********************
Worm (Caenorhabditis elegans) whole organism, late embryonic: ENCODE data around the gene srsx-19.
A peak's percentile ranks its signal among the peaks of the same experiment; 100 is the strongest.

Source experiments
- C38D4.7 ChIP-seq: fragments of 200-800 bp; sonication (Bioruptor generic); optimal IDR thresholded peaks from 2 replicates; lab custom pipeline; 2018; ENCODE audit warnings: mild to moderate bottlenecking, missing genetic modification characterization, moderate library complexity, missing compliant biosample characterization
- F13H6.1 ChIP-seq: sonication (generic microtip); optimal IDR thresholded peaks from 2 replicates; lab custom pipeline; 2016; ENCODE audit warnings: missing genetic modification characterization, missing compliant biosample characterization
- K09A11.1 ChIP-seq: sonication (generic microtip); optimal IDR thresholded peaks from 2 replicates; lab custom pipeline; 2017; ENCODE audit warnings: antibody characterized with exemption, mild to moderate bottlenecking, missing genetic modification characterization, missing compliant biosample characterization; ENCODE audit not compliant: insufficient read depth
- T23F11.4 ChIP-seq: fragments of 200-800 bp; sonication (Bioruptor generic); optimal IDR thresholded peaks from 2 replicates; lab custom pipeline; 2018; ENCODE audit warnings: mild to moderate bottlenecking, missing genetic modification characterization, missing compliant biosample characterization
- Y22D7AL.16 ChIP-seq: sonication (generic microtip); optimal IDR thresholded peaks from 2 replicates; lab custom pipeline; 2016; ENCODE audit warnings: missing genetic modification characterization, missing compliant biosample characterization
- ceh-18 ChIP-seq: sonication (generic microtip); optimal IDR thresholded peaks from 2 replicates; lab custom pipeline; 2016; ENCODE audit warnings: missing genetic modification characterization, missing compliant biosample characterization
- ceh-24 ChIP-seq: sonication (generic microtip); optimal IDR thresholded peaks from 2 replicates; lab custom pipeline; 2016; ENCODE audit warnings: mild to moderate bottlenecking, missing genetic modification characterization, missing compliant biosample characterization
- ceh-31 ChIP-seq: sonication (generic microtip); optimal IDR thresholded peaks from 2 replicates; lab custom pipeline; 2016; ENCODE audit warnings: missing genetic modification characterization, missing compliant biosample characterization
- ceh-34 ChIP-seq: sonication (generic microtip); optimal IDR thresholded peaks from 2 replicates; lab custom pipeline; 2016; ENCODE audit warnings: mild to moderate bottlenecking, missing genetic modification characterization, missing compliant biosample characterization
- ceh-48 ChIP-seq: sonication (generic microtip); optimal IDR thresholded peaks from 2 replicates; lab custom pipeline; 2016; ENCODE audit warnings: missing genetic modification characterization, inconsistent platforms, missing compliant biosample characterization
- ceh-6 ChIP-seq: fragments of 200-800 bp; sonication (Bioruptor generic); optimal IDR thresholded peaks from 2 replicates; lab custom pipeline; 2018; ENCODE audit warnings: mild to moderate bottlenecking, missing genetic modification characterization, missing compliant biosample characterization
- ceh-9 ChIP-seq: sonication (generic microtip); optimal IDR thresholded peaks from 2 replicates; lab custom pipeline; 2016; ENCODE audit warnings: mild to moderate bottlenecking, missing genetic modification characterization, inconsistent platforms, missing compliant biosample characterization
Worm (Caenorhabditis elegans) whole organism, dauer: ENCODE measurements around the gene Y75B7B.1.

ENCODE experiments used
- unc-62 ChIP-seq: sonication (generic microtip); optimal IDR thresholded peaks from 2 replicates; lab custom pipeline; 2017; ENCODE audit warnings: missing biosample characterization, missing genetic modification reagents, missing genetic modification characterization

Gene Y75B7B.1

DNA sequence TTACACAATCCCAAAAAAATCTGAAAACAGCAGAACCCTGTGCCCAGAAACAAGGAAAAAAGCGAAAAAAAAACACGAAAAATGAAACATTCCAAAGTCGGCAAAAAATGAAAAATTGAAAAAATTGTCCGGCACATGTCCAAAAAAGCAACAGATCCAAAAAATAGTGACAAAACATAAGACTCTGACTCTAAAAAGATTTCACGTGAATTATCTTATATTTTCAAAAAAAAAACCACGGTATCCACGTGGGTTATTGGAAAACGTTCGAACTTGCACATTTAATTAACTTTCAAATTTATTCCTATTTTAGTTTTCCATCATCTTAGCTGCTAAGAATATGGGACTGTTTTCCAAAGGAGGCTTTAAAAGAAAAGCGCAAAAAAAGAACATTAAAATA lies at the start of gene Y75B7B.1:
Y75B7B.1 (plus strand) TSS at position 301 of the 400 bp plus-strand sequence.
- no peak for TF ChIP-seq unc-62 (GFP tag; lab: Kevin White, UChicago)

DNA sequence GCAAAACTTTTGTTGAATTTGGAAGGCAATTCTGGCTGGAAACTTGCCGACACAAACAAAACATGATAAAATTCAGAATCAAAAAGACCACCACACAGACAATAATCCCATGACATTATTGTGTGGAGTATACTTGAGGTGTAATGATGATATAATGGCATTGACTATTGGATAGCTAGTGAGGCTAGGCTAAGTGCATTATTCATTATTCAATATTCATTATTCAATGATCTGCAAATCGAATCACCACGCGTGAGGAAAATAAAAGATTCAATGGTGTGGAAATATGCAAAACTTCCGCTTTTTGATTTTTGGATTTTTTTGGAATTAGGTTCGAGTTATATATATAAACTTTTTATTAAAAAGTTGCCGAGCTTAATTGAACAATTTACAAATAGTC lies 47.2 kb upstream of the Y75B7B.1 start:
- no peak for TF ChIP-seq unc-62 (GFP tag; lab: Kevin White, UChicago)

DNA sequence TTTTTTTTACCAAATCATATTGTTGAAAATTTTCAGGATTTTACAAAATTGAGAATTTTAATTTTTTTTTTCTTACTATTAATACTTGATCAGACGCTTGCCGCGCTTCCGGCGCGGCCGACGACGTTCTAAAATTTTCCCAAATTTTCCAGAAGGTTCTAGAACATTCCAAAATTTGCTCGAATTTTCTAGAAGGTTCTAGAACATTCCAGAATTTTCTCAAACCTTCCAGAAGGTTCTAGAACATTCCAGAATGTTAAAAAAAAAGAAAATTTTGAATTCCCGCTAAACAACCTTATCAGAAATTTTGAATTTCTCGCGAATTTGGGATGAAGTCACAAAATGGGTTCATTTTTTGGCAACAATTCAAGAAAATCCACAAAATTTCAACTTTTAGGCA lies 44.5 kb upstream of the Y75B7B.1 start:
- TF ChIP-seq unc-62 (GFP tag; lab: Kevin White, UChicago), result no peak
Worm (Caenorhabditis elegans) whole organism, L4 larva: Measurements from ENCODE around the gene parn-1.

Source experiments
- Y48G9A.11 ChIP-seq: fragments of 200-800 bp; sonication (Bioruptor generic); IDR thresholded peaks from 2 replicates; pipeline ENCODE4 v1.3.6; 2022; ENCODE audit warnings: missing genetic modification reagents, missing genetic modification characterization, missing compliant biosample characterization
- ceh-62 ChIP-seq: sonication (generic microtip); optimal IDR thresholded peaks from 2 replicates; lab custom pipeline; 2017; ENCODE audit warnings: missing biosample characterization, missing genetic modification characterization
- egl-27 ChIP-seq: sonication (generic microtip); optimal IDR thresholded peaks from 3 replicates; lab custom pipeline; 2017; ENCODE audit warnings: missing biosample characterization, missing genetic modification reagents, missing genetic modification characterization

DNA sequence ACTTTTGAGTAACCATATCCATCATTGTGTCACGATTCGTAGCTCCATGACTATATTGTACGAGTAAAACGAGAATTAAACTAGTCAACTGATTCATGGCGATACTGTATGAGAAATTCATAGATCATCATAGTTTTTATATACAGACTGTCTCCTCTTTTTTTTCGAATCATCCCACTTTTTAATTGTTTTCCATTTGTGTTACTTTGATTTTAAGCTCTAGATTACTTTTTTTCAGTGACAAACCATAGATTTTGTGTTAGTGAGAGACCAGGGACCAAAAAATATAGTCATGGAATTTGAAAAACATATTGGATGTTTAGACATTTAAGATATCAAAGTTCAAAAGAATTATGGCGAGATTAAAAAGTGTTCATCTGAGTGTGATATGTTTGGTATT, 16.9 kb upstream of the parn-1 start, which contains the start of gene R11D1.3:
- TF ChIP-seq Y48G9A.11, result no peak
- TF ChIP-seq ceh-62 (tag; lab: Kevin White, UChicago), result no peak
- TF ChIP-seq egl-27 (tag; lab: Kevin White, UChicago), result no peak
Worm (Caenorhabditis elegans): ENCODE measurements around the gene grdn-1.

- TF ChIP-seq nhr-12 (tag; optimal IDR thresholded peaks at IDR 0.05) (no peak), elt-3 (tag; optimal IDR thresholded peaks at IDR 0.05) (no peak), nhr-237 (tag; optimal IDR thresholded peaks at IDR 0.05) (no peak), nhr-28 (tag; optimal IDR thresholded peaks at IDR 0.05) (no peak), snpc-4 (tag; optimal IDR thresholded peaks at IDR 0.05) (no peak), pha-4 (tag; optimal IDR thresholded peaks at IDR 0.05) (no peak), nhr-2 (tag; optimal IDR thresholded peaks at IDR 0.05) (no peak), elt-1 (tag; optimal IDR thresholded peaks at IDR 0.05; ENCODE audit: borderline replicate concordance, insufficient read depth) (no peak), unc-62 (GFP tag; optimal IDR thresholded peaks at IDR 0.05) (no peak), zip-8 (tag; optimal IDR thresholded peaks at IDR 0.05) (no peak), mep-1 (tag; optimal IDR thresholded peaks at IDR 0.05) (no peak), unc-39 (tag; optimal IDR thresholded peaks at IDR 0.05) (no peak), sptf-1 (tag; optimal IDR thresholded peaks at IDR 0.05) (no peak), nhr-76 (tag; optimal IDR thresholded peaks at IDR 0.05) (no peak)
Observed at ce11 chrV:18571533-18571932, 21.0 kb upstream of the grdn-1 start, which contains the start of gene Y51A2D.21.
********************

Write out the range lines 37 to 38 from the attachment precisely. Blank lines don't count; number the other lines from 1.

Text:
- TF ChIP-seq nhr-12 (tag; optimal IDR thresholded peaks at IDR 0.05) (no peak), elt-3 (tag; optimal IDR thresholded peaks at IDR 0.05) (no peak), nhr-237 (tag; optimal IDR thresholded peaks at IDR 0.05) (no peak), nhr-28 (tag; optimal IDR thresholded peaks at IDR 0.05) (no peak), snpc-4 (tag; optimal IDR thresholded peaks at IDR 0.05) (no peak), pha-4 (tag; optimal IDR thresholded peaks at IDR 0.05) (no peak), nhr-2 (tag; optimal IDR thresholded peaks at IDR 0.05) (no peak), elt-1 (tag; optimal IDR thresholded peaks at IDR 0.05; ENCODE audit: borderline replicate concordance, insufficient read depth) (no peak), unc-62 (GFP tag; optimal IDR thresholded peaks at IDR 0.05) (no peak), zip-8 (tag; optimal IDR thresholded peaks at IDR 0.05) (no peak), mep-1 (tag; optimal IDR thresholded peaks at IDR 0.05) (no peak), unc-39 (tag; optimal IDR thresholded peaks at IDR 0.05) (no peak), sptf-1 (tag; optimal IDR thresholded peaks at IDR 0.05) (no peak), nhr-76 (tag; optimal IDR thresholded peaks at IDR 0.05) (no peak)
Observed at ce11 chrV:18571533-18571932, 21.0 kb upstream of the grdn-1 start, which contains the start of gene Y51A2D.21.